Peter
Peter Campbell Smith

Running persistence

Weekly challenge 238 — 9 October 2023

Week 238 - 9 Oct 2023

Task 2

Task — Persistence sort

You are given an array of positive integers, @int. Write a script to sort the given array in increasing order with respect to the count of steps required to obtain a single-digit number by multiplying its digits recursively for each array element. If any two numbers have the same count of steps, then print the smaller number first.

Examples


Example 1
Input: @int = (15, 99, 1, 34)
Output: (1, 15, 34, 99)

15 => 1 x 5 => 5 (1 step)
99 => 9 x 9 => 81 => 8 x 1 => 8 (2 steps)
1  => 0 step
34 => 3 x 4 => 12 => 1 x 2 => 2 (2 steps)

Example 2
Input: @int = (50, 25, 33, 22)
Output: (22, 33, 50, 25)

50 => 5 x 0 => 0 (1 step)
25 => 2 x 5 => 10 => 1 x 0 => 0 (2 steps)
33 => 3 x 3 => 9 (1 step)
22 => 2 x 2 => 4 (1 step)

Analysis

The essence of this task is the multiplication of the digits of an integer. To do that, I treat the number as a string and use a regular expression to precede each digit with ' * ', then precede the string with 1, and use eval to evaluate the string as an expression:

while ($product > 9) {

   # convert 123 to * 1 * 2 * 3
   $product =~ s|(\d)|\* $1 |g; 

   # evaluate 1 * 1 * 2 * 3
   $product = eval(qq[1$product]);
}

There is then the slightly awkward requirement to present the results in order of the number of steps required (ie number of iterations of the above while), and the slightly more awkward rule to report those with an equal number of steps in increasing order.

I do that by an initial sort of the supplied @ints, then loop over the possible number of steps from 0 upwards, and within that iterate over @ints, reporting any member that requires the current number of steps. I count the number of @ints reported and break out of the loops when that count equals the number of integers in @ints.

Of course that is rather inefficient, but the number of steps required rises very slowly as the source numbers increase. The numbers 1, 10, 25, 39, 77, 679, 6788 and 68889 are respectively the smallest integers whose repetitively multiplied digits require 0, 1, 2 ... 7 steps to reach a single digit. No number under a million requires 8.

Try it 

Try running the script with any input, for example:
234, 345, 456, 567, 678


Script


#!/usr/bin/perl

use v5.16;    # The Weekly Challenge - 2023-10-09
use utf8;     # Week 238 task 2 - Persistence sort
use strict;   # Peter Campbell Smith
use warnings; # Blog: http://ccgi.campbellsmiths.force9.co.uk/challenge

persistence_sort(15, 99, 1, 34);
persistence_sort(50, 25, 33, 22);
persistence_sort(644, 939, 265, 312, 5);
persistence_sort(81, 71, 61, 51, 41);
persistence_sort(1, 10, 25, 39, 77, 679, 6788, 68889);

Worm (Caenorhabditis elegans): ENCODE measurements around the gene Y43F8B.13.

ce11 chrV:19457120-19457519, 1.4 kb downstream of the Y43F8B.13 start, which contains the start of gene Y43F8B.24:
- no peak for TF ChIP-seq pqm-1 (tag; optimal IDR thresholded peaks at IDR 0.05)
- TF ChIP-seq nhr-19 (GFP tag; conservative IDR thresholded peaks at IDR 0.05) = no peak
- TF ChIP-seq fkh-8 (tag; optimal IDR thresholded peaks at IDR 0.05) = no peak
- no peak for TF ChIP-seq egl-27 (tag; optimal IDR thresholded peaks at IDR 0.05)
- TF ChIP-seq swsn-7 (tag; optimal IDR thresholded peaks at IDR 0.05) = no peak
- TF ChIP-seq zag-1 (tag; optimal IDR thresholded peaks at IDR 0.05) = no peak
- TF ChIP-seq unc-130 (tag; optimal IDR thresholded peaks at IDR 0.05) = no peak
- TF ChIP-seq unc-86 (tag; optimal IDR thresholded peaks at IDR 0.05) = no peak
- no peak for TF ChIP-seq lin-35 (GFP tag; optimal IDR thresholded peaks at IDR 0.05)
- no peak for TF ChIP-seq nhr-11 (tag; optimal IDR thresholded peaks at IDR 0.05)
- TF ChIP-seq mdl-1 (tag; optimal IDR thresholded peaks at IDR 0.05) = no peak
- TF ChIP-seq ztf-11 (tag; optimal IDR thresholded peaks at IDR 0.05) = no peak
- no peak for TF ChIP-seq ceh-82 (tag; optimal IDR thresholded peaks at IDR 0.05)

sub persistence_sort {
    
    my (@ints, $j, $product, @steps, $num_ints, $todo, $s, @results, $explain);
    
    @ints = @_;
    say qq[\nInput:  (] . join(', ', @ints) . ')';
    
    # sort ints so that end results are sorted within each step count
    @ints = sort {$a <=> $b} @ints;
    $num_ints = @ints - 1;
    $explain = '';
    
    # calculate digit products
    for $j (0 .. $num_ints) {
        $product = $ints[$j];
        $steps[$j] = 0;
        $explain .= qq[   $ints[$j] =>];
        
        # loop while product is not a single digit
        while ($product > 9) {
            $product =~ s|(\d)|\* $1 |g;  # converts 123 to *1*2*3
            $explain .= substr($product, 1, -1) . ' =>';
            $product = eval(qq[1$product]);   # evaluates 1*1*2*3
            $steps[$j] ++;
        }
        $explain .= qq[ $product (steps: $steps[$j])\n];
    }
    
    # loop over number of steps
    $todo = $num_ints + 1;
    STEPS: for $s (0 .. 99) {
        
        # find step counts == $s
        for $j (0 .. $num_ints) {
            if ($steps[$j] == $s) {
                push(@results, $ints[$j]);
                
                # check whether we've got them all
                $todo --;
                last STEPS unless $todo;
            }
        }
    }
    say qq[Output: (]. join(', ', @results) . qq[)\n]  . substr($explain, 0, -1);
}

    

Output



Input:  (15, 99, 1, 34)
Output: (1, 15, 34, 99)
   1 => 1 (steps: 0)
   15 => 1 * 5 => 5 (steps: 1)
   34 => 3 * 4 => 1 * 2 => 2 (steps: 2)
   99 => 9 * 9 => 8 * 1 => 8 (steps: 2)

Input:  (50, 25, 33, 22)
Output: (22, 33, 50, 25)
   22 => 2 * 2 => 4 (steps: 1)
   25 => 2 * 5 => 1 * 0 => 0 (steps: 2)
   33 => 3 * 3 => 9 (steps: 1)
   50 => 5 * 0 => 0 (steps: 1)

Input:  (644, 939, 265, 312, 5)
Output: (5, 312, 265, 939, 644)
   5 => 5 (steps: 0)
   265 => 2 * 6 * 5 => 6 * 0 => 0 (steps: 2)
   312 => 3 * 1 * 2 => 6 (steps: 1)
   644 => 6 * 4 * 4 => 9 * 6 => 5 * 4 => 2 * 0 => 0 (steps: 4)
   939 => 9 * 3 * 9 => 2 * 4 * 3 => 2 * 4 => 8 (steps: 3)

Input:  (81, 71, 61, 51, 41)
Output: (41, 51, 61, 71, 81)
   41 => 4 * 1 => 4 (steps: 1)
   51 => 5 * 1 => 5 (steps: 1)
   61 => 6 * 1 => 6 (steps: 1)
   71 => 7 * 1 => 7 (steps: 1)
   81 => 8 * 1 => 8 (steps: 1)

Input:  (1, 10, 25, 39, 77, 679, 6788, 68889)
Output: (1, 10, 25, 39, 77, 679, 6788, 68889)
   1 => 1 (steps: 0)
   10 => 1 * 0 => 0 (steps: 1)
   25 => 2 * 5 => 1 * 0 => 0 (steps: 2)
   39 => 3 * 9 => 2 * 7 => 1 * 4 => 4 (steps: 3)
   77 => 7 * 7 => 4 * 9 => 3 * 6 => 1 * 8 => 8 (steps: 4)
   679 => 6 * 7 * 9 => 3 * 7 * 8 => 1 * 6 * 8 => 4 * 8 => 3 * 2 => 6 (steps: 5)
   6788 => 6 * 7 * 8 * 8 => 2 * 6 * 8 * 8 => 7 * 6 * 8 => 3 * 3 * 6 => 5 * 4 => 2 * 0 => 0 (steps: 6)
   68889 => 6 * 8 * 8 * 8 * 9 => 2 * 7 * 6 * 4 * 8 => 2 * 6 * 8 * 8 => 7 * 6 * 8 => 3 * 3 * 6 => 5 * 4 => 2 * 0 => 0 (steps: 7)

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